March 29, 2024

Written by Mike Hobson


Former players, coaches, family and friends gathered in Tuscaloosa yesterday to honor and remember Clell Laverne Hobson Sr., who left this earth on March 14, 2024 at the age of 93. Prior to his passing Clell held the title of Alabama’s oldest living quarterback.


Born Nov. 28, 1930, in Tuscaloosa, Hobson played baseball and football at the University of Alabama in the early 1950’s after graduating from Tuscaloosa High School as a “Black Bear”.  Hobson grew up in the Rosedale community of Tuscaloosa under the watchful eye of parents Irene & Vernon Hobson and the influence of the Rosedale Baptist Church where the Hobson’s were well known. Vernon, who was a respected area softball coach, was a driving influence in the development of Clell as a prospect for college.




Hobson went on to play for the Crimson Tide under coach Harold “Red” Drew from 1949-52, leading his team to a 61-6 victory over Syracuse in the 1953 Orange Bowl in his final game.




Clell Laverne Hobson Sr.

Hobson lettered for Alabama in 1950, 1951, and 1952. Alabama finished 9-2, 5-6, and 10-2 during Hobson’s career. Freshmen were not allowed to play during that era. He had 107 completions for 1,299 yards and 11 touchdowns in his career at Alabama. He also rushed 164 times for 453 yards.

After college Hobson played professional baseball for five seasons with the Cleveland Indians, choosing baseball over a football offer from the Cleveland Browns. Dr. Gary White, a retired athletics administrator from the University recalled that “Clell was the resident manager at Friedman Hall, the old UA athletic dormitory, during his playing days and that Clell returned to the University in 1958 as one of Coach Bryant’s first crop of graduate assistants”.


In 1959 Hobson launched his high school coaching career and made his first stop with the Bibb County Choctaws in Centreville, where he coached until 1964. He arrived in Bibb County with wife Polly, and three children, Butch, Mike, and Linka. His record at Bibb was 34-13-3 over 5 seasons. His Bibb County coaching staff included Ex-Marine Pete Steele (Drill Sargent), Joe Elliott, and Brown Bolding. Elliott and Bolding went on to become Superintendents of Education in Bibb.



Friends in Bibb County remember the Clell Hobson family well. He and Polly took on running the Southern Belle restaurant, located in Brent, in addition to his coaching duties. He coached football, baseball, and basketball at Bibb County. Son, Butch Hobson, who went on to a professional baseball career, first established his baseball notoriety blasting over the fence home runs in the 11-12 y/o little league park while they lived in Centreville. Polly Orr Hobson died prematurely of cancer in 1995. Clell is now buried in Tuscaloosa Memorial Park alongside her.


From 1964 to 1966 he coached the Aliceville Yellow Jackets for 3 seasons, leaving with an impressive 24-4-2 record.  Clell finished his coaching career at Bessemer/Jess Lanier from 1967 until 1972, leaving coaching with a 32-26-2 record for the then Class 4A Purple Tigers.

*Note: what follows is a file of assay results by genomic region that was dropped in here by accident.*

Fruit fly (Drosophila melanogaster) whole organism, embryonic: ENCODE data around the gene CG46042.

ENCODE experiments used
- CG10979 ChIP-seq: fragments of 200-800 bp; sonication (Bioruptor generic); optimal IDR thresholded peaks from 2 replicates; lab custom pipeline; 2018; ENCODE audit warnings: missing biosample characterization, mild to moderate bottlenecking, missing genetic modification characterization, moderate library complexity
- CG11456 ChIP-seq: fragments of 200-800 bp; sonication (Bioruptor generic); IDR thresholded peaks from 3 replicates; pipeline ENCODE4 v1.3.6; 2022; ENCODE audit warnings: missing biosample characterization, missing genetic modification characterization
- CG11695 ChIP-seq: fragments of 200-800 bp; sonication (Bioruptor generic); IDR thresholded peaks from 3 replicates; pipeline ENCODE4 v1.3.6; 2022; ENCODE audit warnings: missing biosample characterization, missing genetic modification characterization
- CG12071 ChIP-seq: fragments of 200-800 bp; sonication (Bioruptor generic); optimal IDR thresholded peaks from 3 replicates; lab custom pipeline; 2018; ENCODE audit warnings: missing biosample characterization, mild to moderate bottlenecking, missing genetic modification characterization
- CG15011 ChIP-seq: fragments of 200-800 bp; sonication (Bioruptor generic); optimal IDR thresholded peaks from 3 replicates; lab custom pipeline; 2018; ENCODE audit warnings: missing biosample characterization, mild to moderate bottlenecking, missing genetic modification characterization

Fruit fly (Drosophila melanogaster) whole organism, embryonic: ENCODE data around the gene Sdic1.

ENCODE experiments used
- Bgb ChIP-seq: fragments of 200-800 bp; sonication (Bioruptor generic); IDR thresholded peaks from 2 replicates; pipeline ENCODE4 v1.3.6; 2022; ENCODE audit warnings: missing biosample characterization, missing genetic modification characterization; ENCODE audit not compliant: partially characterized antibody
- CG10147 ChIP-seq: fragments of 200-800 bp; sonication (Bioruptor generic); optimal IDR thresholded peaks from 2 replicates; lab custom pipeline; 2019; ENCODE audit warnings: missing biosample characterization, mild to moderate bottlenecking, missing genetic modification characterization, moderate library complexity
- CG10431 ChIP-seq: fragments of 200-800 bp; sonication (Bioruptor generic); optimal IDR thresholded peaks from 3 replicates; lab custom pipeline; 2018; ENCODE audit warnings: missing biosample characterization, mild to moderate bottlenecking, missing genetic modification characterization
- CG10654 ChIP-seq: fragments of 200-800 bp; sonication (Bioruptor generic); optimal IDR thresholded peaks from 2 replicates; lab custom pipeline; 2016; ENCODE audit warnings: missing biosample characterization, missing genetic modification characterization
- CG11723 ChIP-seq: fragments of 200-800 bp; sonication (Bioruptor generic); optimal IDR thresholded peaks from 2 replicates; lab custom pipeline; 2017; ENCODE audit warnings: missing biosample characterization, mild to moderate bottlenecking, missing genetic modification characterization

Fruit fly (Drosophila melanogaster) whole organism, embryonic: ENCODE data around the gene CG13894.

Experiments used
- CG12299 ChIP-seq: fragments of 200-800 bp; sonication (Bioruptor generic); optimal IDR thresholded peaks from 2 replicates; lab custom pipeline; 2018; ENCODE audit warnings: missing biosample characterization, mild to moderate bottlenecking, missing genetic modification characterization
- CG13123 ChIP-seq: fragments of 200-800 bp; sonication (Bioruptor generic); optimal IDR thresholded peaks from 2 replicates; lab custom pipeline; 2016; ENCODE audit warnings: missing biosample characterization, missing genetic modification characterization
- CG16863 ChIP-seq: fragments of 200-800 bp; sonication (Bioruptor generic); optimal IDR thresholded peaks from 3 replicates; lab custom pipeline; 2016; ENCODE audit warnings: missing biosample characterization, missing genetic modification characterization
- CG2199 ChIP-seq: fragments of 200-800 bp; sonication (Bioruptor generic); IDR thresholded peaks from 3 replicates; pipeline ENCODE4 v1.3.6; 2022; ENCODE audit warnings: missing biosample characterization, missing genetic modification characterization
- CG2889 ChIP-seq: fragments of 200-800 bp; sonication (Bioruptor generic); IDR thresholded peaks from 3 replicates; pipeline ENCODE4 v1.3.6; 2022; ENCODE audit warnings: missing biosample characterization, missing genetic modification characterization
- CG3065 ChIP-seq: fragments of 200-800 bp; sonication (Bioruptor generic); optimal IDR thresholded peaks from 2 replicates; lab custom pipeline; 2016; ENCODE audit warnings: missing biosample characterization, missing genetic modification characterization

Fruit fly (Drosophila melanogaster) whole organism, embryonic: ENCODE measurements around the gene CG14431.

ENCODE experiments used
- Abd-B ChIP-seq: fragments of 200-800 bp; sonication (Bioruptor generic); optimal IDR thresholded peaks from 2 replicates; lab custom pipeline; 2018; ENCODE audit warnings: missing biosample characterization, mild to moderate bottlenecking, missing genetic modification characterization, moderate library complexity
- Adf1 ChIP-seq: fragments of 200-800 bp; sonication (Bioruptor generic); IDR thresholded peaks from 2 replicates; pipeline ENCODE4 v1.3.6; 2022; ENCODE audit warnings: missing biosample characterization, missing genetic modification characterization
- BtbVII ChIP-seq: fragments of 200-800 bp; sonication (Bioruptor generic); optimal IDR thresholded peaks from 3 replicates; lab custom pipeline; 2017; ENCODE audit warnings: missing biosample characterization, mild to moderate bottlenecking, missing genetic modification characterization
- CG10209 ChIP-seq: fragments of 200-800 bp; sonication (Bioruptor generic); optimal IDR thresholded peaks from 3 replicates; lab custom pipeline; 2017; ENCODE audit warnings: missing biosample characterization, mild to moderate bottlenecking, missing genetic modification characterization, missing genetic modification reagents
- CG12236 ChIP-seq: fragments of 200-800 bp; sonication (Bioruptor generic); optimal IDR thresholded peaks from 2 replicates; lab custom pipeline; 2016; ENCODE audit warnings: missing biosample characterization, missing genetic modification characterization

In 14 years of coaching he finished with a 90-43-7 record. After coaching he remained in the school system of Bessemer serving in school administration until he returned to his home town of Tuscaloosa, where he served as a City Councilman from 1997-2001.


Clell’s oldest son Clell Jr. (Butch) presided over the heartwarming 2 hour memorial service held to remember and honor his father yesterday (March 29).


Former coaching associates and former players addressed the crowded Memorial Chapel room with stories of their time with Clell Hobson. Former players, including Barry Buckner (Bessemer) and Cecil Lagrone (Bibb County) talked about how much of an influence Coach Hobson had over their lives and athletic careers. Each said that the influence of Coach Hobson changed the direction of their lives.


Coach Bob McCool of Aliceville spoke warmly about his time working with Clell at Aliceville & Bessemer and the personal, brotherlike relationship he enjoyed with Clell for the remainder of his life.


While sports fans like to tell athletic stories the friends who spoke about Clell Hobson Sr. mostly recalled his dedicated commitment to his Lord and Savior Jesus Christ. Clell was a determined Christian who never used profanity in his coaching or public life. He only used a couple of well worn phrases for emphasis when he lost his coaching temper or patience.


Hobson, a disciple of Coach Paul “Bear” Bryant,  drove his players with a determined and gritty toughness and revealed a softer side when appropriate in exerting his influence over developing athletes.  He had a refined way of extracting the most extraordinary effort out of every athlete he ever coached. No athlete dared to “walk” on a football field. The only thing he would not abide was an athlete who gave less than his best effort at all times. Of course, even though he did not use bad language, kicking a chalkboard, or a player’s rear end, was not beyond his style of coaching. Half time motivational speeches were legendary.


Yesterday’s speakers repeatedly said that Clell Hobson had a personal lifelong relationship with Jesus Christ and that he was a dedicated follower of His teachings. He lived an exemplary life and knew that he would receive the blessings and promises of heaven.


The passing of Coach Clell Hobson Sr. leaves a large cratered hole in his family and the entire athletic community. Clell never forgot those who played for him. Whenever he met a former player he always treated that guy like he was the best athlete that ever played for his teams. Nothing but respect for the game and the athletes who played it.


We will miss you Coach, and we promise that we will see you again.